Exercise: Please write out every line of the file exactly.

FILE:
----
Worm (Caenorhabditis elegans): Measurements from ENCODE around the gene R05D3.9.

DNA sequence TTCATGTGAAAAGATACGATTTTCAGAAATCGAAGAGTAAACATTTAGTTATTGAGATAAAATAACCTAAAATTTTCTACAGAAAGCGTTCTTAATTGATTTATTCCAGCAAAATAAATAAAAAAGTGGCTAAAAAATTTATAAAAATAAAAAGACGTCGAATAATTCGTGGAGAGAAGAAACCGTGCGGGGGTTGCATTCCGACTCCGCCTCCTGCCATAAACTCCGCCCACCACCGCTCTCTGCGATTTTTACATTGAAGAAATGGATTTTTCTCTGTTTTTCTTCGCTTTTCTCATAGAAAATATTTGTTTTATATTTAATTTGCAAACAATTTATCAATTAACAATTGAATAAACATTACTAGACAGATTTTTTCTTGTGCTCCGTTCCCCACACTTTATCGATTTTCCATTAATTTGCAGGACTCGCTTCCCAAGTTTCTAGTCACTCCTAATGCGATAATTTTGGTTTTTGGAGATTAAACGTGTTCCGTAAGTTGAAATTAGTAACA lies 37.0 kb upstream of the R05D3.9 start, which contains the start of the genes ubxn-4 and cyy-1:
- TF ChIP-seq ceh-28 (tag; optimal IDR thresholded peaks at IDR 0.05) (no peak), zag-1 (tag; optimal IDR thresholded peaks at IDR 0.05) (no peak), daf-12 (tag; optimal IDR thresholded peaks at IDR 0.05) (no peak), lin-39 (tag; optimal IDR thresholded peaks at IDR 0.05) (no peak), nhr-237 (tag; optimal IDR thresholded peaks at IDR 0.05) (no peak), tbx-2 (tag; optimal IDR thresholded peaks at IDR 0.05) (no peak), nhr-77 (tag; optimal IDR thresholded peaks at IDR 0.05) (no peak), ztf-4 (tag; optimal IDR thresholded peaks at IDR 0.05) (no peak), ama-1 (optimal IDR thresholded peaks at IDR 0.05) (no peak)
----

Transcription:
Worm (Caenorhabditis elegans): Measurements from ENCODE around the gene R05D3.9.

DNA sequence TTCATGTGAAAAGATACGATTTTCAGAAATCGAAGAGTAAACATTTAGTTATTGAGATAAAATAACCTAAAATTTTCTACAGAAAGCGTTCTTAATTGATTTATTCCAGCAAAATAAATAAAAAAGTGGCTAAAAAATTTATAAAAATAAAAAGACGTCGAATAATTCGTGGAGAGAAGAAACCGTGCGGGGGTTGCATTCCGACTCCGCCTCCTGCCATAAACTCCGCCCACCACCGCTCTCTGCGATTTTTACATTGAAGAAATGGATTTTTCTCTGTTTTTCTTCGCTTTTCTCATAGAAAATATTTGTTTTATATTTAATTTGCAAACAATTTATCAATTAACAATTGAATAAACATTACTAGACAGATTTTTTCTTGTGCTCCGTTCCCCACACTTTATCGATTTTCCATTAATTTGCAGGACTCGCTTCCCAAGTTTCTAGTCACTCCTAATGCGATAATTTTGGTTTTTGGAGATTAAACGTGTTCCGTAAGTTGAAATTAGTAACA lies 37.0 kb upstream of the R05D3.9 start, which contains the start of the genes ubxn-4 and cyy-1:
- TF ChIP-seq ceh-28 (tag; optimal IDR thresholded peaks at IDR 0.05) (no peak), zag-1 (tag; optimal IDR thresholded peaks at IDR 0.05) (no peak), daf-12 (tag; optimal IDR thresholded peaks at IDR 0.05) (no peak), lin-39 (tag; optimal IDR thresholded peaks at IDR 0.05) (no peak), nhr-237 (tag; optimal IDR thresholded peaks at IDR 0.05) (no peak), tbx-2 (tag; optimal IDR thresholded peaks at IDR 0.05) (no peak), nhr-77 (tag; optimal IDR thresholded peaks at IDR 0.05) (no peak), ztf-4 (tag; optimal IDR thresholded peaks at IDR 0.05) (no peak), ama-1 (optimal IDR thresholded peaks at IDR 0.05) (no peak)